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CSS Masking

With Clipping and Masking you can make some specified parts of elements transparent or opaque. Both can be applied to any HTML element.

Masks are similar to Clips, but instead of defining a path you define a mask what layers over the element. You can imagine this mask as an image what consist of mainly two colors: black and white.

Luminance Mask: Black means the region is opaque, and white that it's transparent, but there is also a grey area which is semi-transparent, so you are able to make smooth transitions.

Alpha Mask: Only on the transparent areas of the mask the element will be opaque.

This image for example can be used as a luminance mask to make for an element a very smooth transition from
                        right to left and from opaque to transparent

This image for example can be used as a luminance mask to make for an element a very smooth transition from right to left and from opaque to transparent.

The mask property let you specify the the mask type and an image to be used as layer.


Example

mask: url(masks.svg#rectangle) luminance;

An element called rectangle defined in masks.svg will be used as an luminance mask on the element.


Simple mask that fades an image from solid to transparent

div {
 height: 200px;
 width: 200px;
 background: url(http://lorempixel.com/200/200/nature/1);
 mask-image: linear-gradient(to right, white, transparent);
}

In the above example there is an element with an image as its background. The mask that is applied on the image (using CSS) makes it look as though it is fading out from left to right.

The masking is achieved by using a linear-gradient that goes from white (on the left) to transparent (on the right) as the mask. As it is an alpha mask, image becomes transparent where the mask is transparent.

output without mask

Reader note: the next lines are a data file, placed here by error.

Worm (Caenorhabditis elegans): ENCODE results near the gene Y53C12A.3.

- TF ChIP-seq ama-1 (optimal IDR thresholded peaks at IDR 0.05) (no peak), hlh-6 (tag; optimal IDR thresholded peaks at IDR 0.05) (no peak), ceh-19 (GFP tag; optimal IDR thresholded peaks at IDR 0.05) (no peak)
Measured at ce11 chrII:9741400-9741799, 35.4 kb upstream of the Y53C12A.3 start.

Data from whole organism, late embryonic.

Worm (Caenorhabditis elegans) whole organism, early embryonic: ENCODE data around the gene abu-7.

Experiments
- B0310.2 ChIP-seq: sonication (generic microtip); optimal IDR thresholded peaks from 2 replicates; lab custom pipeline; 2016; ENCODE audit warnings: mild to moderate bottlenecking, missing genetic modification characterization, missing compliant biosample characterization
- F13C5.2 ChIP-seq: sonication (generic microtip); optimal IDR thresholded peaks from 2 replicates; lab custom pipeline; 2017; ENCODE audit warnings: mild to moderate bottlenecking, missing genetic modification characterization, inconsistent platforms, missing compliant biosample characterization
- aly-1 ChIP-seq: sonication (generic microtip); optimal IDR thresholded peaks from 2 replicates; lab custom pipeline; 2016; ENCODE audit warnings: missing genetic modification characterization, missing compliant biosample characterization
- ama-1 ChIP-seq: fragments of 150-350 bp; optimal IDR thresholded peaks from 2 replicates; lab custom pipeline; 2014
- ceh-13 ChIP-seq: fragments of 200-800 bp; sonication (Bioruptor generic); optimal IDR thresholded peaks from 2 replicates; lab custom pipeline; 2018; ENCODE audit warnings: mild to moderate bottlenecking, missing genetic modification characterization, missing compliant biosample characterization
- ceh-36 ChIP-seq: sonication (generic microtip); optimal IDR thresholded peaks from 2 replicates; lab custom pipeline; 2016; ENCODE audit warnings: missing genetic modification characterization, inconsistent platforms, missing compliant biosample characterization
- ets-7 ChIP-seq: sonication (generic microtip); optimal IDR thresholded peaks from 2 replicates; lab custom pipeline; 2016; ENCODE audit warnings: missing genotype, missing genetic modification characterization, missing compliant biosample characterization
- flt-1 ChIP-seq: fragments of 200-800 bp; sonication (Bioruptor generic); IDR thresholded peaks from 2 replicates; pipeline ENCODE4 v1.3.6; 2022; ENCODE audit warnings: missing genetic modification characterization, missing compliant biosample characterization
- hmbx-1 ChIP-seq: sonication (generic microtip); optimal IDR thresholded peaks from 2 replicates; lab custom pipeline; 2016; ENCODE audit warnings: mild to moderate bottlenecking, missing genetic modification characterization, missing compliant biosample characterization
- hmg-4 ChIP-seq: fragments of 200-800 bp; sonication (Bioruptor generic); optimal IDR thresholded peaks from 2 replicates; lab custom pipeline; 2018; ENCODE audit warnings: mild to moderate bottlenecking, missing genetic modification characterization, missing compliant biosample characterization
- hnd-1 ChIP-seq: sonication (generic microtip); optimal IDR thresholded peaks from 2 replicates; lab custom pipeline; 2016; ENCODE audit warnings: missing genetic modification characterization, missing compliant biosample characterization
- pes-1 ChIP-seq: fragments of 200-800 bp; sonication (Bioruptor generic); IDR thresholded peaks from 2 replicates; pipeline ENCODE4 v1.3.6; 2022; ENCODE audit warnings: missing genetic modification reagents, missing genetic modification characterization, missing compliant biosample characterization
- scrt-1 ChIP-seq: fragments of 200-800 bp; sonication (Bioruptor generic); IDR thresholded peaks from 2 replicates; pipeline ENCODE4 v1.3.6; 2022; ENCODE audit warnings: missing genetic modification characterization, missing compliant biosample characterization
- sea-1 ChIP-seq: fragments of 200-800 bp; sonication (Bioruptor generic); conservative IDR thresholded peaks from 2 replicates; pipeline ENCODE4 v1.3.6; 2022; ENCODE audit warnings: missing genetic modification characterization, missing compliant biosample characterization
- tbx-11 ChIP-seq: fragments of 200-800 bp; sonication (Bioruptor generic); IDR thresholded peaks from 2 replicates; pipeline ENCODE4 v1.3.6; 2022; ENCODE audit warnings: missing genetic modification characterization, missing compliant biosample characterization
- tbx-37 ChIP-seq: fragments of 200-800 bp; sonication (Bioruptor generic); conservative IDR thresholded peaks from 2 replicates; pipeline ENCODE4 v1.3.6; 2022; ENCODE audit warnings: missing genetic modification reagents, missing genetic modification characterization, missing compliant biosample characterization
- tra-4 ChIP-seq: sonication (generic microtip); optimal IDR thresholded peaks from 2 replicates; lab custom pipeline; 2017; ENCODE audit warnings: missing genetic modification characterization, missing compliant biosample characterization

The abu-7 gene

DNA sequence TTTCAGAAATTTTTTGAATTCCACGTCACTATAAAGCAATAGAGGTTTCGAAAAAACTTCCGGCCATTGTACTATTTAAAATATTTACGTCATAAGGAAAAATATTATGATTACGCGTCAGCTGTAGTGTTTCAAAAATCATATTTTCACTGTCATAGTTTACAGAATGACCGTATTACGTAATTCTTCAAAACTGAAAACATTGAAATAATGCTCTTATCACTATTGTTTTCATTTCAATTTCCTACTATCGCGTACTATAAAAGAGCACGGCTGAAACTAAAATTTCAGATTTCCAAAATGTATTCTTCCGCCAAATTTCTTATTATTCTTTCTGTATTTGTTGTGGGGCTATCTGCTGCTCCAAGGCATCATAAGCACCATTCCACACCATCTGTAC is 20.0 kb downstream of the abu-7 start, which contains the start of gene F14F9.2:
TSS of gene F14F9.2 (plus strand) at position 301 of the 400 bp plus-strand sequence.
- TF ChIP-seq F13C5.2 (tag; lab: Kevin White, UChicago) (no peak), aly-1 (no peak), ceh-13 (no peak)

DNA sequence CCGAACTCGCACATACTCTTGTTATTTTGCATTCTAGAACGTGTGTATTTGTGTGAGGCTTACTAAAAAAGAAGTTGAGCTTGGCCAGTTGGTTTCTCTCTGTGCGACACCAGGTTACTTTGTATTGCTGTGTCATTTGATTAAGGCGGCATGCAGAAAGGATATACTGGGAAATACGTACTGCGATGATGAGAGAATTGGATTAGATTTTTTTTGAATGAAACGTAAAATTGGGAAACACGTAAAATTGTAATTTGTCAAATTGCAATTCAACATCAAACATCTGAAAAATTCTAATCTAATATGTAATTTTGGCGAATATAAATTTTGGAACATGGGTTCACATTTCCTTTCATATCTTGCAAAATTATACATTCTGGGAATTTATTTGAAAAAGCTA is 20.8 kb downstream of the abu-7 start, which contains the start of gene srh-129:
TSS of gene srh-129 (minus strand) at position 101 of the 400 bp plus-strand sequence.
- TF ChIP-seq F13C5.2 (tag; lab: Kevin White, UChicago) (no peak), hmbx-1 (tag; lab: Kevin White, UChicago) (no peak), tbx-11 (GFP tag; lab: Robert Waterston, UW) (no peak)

output without mask

output with the mask

output with the mask


Using masks to cut a hole in the middle of an image

div {
 width: 200px;
 height: 200px;
 background: url(http://lorempixel.com/200/200/abstract/6);
 mask-image: radial-gradient(circle farthest-side at center, transparent 49%, white 50%);
}

In the above example, a transparent circle is created at the center using radial-gradient and this is then used as a mask to produce the effect of a circle being cut out from the center of an image.

output without mask

output without mask

output with the mask

output with the mask


Using masks to create images with irregular shapes

div { 
 height: 200px;
 width: 400px;
 background-image: url(http://lorempixel.com/400/200/nature/4);
 mask-image: linear-gradient(to top right, transparent 49.5%, white 50.5%), linear-gradient(to top
left, transparent 49.5%, white 50.5%), linear-gradient(white, white);
 mask-size: 75% 25%, 25% 25%, 100% 75%;
 mask-position: bottom left, bottom right, top left;
 mask-repeat: no-repeat;
}

In the above example, three linear-gradient images (which when placed in their appropriate positions would cover 100% x 100% of the container's size) are used as masks to produce a transparent triangular shaped cut at the bottom of the image.

output without mask

output without mask

output with the mask

output with the mask




Conclusion

In this page (written and validated by ) you learned about CSS Masking . What's Next? If you are interested in completing CSS tutorial, your next topic will be learning about: CSS Browser Support.



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